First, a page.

Is Air Duct Cleaning Necessary?
Concealed within walls, crawlspaces, and attics, it's difficult to gauge the condition of your air ducts without a professional inspection. While opinions vary on the necessity and frequency of air duct cleaning, the consensus leans toward periodic inspections to check the condition of your air ducts.
Keep reading as we answer the question: “Is air duct cleaning necessary?,” what the service includes, and how much air duct cleaning costs.
What Are Air Ducts?
Air ducts are essentially the “veins” of your HVAC system. Just as the veins of a human body move blood for proper circulation, air ducts move conditioned air from the central HVAC system to your home's vents and into your living areas.
The HVAC system's blower fan, located in the indoor air handling unit, pushes conditioned air into the ductwork to ensure the efficient circulation of conditioned air, maintaining a comfortable indoor environment.
It's important to note that ductless mini-split HVAC systems do not utilize air ducts. Instead, they use one or more indoor air handlings units that are installed on ceilings and walls to distribute air.
Is Duct Cleaning Necessary, and How Often Should It Be Performed?
It's generally recommended to have air ducts inspected every 3 to 5 years. Cleaning may be recommended if conditions such as mold growth, excessive dust, pest infestations, or reduced airflow are observed, especially if people living in the home have allergies, asthma, or other respiratory illnesses.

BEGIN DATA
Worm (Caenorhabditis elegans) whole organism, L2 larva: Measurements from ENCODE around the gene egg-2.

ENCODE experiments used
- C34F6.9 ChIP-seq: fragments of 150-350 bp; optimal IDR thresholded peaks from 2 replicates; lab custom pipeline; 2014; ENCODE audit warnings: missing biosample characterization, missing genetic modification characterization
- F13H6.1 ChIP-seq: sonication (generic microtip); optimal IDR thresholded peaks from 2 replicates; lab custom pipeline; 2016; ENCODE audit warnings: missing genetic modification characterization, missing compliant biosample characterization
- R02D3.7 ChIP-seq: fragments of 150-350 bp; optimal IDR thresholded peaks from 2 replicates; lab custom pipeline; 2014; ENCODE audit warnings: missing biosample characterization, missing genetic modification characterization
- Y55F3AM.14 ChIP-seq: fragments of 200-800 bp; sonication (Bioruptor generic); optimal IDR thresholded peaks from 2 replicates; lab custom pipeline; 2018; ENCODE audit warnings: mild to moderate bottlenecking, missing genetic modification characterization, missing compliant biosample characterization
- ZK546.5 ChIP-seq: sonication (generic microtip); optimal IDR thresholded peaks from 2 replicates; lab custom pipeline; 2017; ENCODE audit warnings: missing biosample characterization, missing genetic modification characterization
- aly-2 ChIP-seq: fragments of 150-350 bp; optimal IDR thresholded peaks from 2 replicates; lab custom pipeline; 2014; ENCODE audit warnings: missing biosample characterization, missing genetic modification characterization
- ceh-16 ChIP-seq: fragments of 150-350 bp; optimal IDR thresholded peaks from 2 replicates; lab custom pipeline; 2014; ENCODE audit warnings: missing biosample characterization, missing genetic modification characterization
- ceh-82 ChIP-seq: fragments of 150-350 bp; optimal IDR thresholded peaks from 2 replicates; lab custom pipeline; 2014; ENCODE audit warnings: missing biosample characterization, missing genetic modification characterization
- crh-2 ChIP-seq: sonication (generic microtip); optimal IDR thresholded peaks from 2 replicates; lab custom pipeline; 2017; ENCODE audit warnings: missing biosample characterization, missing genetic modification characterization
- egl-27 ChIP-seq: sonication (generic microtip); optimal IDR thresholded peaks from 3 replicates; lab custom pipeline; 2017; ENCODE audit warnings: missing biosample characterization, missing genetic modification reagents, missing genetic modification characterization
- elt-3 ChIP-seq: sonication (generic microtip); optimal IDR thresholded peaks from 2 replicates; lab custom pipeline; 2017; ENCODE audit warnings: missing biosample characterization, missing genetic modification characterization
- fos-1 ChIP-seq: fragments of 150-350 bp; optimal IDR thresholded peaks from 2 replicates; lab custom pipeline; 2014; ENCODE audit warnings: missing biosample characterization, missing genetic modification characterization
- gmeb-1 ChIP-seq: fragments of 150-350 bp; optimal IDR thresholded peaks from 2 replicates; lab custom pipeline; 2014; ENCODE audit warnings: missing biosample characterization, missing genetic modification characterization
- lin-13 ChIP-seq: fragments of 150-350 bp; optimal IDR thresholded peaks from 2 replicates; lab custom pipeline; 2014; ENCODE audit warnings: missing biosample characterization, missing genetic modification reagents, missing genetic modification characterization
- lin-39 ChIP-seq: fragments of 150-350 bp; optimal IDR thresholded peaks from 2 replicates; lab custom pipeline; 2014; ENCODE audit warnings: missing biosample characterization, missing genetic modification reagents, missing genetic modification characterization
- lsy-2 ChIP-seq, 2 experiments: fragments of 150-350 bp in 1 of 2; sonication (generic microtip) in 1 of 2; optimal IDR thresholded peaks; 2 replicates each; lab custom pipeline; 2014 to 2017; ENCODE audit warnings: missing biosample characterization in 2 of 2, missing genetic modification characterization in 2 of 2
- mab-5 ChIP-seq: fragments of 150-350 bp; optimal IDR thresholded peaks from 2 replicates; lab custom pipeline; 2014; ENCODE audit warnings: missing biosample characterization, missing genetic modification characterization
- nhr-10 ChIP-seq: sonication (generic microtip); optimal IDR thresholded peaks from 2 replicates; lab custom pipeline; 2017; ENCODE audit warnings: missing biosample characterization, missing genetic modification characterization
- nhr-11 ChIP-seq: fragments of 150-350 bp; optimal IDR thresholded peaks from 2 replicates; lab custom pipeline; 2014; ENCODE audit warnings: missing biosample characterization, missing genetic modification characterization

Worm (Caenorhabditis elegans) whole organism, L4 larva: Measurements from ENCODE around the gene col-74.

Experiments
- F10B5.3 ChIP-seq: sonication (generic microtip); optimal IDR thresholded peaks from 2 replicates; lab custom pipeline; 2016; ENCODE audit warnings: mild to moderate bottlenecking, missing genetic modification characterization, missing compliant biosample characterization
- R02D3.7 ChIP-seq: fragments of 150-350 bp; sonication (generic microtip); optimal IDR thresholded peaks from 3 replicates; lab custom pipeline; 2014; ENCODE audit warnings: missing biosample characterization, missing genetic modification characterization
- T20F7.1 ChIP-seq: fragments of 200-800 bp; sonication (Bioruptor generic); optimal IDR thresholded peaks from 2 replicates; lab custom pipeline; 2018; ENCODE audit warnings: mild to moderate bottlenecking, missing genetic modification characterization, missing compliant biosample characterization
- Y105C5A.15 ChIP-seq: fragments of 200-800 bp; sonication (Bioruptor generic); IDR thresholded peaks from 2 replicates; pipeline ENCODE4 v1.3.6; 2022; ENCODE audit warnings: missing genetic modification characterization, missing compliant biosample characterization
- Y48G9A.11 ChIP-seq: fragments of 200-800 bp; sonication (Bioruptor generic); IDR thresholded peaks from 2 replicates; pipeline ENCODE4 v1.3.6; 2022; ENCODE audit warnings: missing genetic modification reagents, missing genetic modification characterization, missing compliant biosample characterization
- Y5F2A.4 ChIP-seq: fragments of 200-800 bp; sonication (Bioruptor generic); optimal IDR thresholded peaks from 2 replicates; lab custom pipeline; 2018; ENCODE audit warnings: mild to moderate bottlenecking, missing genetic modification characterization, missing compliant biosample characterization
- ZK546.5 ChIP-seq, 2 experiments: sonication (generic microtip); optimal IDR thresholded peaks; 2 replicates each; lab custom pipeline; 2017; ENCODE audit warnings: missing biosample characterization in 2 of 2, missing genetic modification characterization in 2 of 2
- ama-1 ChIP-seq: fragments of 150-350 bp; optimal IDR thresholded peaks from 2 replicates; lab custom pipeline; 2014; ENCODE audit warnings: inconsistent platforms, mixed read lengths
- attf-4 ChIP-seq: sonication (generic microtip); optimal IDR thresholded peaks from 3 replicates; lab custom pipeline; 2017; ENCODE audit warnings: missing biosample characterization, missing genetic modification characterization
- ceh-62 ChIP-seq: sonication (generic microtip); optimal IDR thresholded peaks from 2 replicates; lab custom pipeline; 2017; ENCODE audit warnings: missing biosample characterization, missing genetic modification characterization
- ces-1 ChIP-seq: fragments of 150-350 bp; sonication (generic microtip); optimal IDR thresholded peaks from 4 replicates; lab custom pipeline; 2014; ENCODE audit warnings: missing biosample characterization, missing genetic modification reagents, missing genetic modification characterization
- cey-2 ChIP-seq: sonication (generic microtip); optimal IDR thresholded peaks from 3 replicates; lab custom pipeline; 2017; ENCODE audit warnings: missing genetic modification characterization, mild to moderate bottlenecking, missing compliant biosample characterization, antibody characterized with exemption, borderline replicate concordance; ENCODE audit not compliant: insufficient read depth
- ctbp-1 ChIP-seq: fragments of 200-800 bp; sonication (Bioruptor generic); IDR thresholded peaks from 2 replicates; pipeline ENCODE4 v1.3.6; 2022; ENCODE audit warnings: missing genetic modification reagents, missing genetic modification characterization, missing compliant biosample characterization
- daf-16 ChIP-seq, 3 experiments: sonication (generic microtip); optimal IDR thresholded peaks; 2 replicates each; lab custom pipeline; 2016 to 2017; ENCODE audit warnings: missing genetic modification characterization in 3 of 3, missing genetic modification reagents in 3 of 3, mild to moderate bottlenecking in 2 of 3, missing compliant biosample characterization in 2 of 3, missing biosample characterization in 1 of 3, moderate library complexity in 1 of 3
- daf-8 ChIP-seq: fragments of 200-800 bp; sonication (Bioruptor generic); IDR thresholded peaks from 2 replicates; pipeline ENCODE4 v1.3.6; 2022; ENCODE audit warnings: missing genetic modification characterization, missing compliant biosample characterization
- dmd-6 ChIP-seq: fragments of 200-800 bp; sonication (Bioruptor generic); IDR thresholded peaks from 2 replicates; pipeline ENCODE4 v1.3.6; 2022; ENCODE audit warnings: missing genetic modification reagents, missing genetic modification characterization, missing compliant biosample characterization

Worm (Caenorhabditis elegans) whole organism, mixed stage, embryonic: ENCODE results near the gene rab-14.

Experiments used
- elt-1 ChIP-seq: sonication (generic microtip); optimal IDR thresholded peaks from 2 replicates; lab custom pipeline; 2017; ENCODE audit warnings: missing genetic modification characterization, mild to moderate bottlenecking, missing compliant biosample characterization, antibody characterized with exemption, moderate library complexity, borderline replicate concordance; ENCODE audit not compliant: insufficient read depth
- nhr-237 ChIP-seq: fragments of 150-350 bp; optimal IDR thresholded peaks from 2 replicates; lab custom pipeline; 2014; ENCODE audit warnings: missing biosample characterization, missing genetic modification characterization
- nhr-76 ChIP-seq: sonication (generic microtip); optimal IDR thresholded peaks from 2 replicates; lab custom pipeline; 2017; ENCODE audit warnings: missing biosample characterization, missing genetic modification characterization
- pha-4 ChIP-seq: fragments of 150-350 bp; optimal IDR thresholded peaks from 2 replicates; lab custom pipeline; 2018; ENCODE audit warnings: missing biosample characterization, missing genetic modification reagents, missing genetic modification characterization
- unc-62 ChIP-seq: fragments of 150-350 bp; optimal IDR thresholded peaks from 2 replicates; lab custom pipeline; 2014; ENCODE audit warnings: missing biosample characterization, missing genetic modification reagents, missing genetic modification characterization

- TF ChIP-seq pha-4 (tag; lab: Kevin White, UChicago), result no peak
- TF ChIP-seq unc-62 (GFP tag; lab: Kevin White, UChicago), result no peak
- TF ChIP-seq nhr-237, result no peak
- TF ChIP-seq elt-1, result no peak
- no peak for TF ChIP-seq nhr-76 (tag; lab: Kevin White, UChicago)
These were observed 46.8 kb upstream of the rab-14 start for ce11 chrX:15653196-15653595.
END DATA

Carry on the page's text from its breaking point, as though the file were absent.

If none of these conditions are present, it's probably unnecessary to have your air ducts cleaned, according to the U.S. Enviornmental Protection Agency.
“Duct cleaning is not something that needs to be done unless there is a build-up in the ducts, which often occurs if there is remodeling in the home,” said Steve Stewart, owner of Southern Comfort Mechanical in Lewisville, TX. “Outside of new construction, it depends on the level of dust, pet dander, or particles that have been in a home building up over time. The service can be skipped if there are no issues found. This is something an HVAC tech can check if requested, or checks during spring or fall maintenance.”
Signs Your Home May Benefit from Air Duct Cleaning
A few of the most common signs that indicate you may benefit from ductwork cleaning include:
Substantial mold growth should be professionally cleaned. Mold poses health risks as prolonged exposure to its spores can lead to respiratory issues, allergies, and even more severe health complications, particularly for individuals with weakened immune systems. If you have insulated ducts and the insulation becomes wet and moldy, it should be replaced.
If you discover signs of pests or rodents within your air ducts, such as droppings or nesting materials, it's crucial to clean the ducts to prevent the spread of germs and allergens.
Excessive Dust and Debris
If you notice an unusual amount of dust, dirt, or debris accumulating around your vents and registers, it could be a sign that your air ducts are due for cleaning. Over time, your ducts can become filled with contaminants that can negatively affect indoor air quality.